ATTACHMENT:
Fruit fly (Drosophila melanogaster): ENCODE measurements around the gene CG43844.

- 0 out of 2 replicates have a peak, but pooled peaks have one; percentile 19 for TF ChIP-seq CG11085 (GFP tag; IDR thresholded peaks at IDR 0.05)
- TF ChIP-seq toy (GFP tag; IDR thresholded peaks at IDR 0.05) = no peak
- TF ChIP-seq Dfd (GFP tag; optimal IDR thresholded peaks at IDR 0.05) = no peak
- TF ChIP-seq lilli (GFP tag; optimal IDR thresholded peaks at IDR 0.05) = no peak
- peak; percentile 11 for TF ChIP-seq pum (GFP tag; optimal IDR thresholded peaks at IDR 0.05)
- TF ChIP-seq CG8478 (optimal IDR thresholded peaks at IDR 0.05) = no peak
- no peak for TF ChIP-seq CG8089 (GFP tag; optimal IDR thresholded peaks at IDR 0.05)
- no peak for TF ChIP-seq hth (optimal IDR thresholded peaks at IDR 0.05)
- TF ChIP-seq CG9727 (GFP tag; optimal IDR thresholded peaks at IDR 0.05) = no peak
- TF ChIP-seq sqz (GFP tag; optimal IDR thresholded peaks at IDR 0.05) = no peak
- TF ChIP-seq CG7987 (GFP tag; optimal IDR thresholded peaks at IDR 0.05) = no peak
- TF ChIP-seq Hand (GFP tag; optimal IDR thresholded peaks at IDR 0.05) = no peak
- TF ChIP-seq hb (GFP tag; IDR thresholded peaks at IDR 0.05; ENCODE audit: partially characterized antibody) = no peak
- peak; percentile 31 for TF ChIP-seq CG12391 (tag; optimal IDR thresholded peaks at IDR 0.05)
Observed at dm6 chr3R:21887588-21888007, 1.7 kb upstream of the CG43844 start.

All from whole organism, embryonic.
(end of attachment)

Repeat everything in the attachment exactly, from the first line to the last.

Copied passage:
Fruit fly (Drosophila melanogaster): ENCODE measurements around the gene CG43844.

- 0 out of 2 replicates have a peak, but pooled peaks have one; percentile 19 for TF ChIP-seq CG11085 (GFP tag; IDR thresholded peaks at IDR 0.05)
- TF ChIP-seq toy (GFP tag; IDR thresholded peaks at IDR 0.05) = no peak
- TF ChIP-seq Dfd (GFP tag; optimal IDR thresholded peaks at IDR 0.05) = no peak
- TF ChIP-seq lilli (GFP tag; optimal IDR thresholded peaks at IDR 0.05) = no peak
- peak; percentile 11 for TF ChIP-seq pum (GFP tag; optimal IDR thresholded peaks at IDR 0.05)
- TF ChIP-seq CG8478 (optimal IDR thresholded peaks at IDR 0.05) = no peak
- no peak for TF ChIP-seq CG8089 (GFP tag; optimal IDR thresholded peaks at IDR 0.05)
- no peak for TF ChIP-seq hth (optimal IDR thresholded peaks at IDR 0.05)
- TF ChIP-seq CG9727 (GFP tag; optimal IDR thresholded peaks at IDR 0.05) = no peak
- TF ChIP-seq sqz (GFP tag; optimal IDR thresholded peaks at IDR 0.05) = no peak
- TF ChIP-seq CG7987 (GFP tag; optimal IDR thresholded peaks at IDR 0.05) = no peak
- TF ChIP-seq Hand (GFP tag; optimal IDR thresholded peaks at IDR 0.05) = no peak
- TF ChIP-seq hb (GFP tag; IDR thresholded peaks at IDR 0.05; ENCODE audit: partially characterized antibody) = no peak
- peak; percentile 31 for TF ChIP-seq CG12391 (tag; optimal IDR thresholded peaks at IDR 0.05)
Observed at dm6 chr3R:21887588-21888007, 1.7 kb upstream of the CG43844 start.

All from whole organism, embryonic.